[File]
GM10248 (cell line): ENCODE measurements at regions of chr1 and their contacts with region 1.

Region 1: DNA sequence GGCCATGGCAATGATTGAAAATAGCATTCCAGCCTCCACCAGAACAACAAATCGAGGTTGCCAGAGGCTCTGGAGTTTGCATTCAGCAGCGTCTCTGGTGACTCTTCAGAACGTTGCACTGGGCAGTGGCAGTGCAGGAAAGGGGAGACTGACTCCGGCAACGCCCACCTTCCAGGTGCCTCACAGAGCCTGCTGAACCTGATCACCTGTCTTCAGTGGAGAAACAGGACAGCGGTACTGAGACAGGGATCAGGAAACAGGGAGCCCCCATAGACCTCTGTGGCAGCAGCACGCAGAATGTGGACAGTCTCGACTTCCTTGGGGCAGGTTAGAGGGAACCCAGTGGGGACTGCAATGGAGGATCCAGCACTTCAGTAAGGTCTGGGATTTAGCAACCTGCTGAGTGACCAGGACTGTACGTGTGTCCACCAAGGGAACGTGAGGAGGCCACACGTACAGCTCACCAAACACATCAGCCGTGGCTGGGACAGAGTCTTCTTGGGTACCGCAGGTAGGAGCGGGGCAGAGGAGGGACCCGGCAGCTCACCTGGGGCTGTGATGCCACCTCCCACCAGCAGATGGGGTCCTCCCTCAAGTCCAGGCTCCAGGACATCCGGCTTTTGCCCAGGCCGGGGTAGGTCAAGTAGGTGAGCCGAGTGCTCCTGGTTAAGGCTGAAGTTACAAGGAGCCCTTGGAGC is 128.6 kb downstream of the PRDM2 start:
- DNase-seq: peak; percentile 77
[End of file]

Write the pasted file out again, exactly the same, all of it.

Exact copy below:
GM10248 (cell line): ENCODE measurements at regions of chr1 and their contacts with region 1.

Region 1: DNA sequence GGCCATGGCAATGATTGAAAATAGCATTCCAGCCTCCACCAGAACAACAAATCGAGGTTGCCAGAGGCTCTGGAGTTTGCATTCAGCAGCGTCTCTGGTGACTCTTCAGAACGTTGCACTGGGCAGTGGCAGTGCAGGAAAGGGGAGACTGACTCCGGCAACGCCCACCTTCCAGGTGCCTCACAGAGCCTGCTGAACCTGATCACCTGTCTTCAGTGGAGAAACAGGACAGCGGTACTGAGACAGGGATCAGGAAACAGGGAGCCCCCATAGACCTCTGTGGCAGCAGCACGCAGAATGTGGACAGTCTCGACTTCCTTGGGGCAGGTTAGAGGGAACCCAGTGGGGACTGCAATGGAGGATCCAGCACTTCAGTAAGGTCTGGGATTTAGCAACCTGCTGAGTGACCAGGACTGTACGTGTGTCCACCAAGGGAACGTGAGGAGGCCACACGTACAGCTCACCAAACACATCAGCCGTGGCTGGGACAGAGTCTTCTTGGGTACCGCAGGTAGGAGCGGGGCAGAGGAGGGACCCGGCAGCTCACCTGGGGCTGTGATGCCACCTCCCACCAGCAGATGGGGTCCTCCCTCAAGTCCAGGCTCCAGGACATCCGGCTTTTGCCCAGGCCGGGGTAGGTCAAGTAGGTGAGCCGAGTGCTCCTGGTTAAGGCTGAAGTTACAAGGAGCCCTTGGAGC is 128.6 kb downstream of the PRDM2 start:
- DNase-seq: peak; percentile 77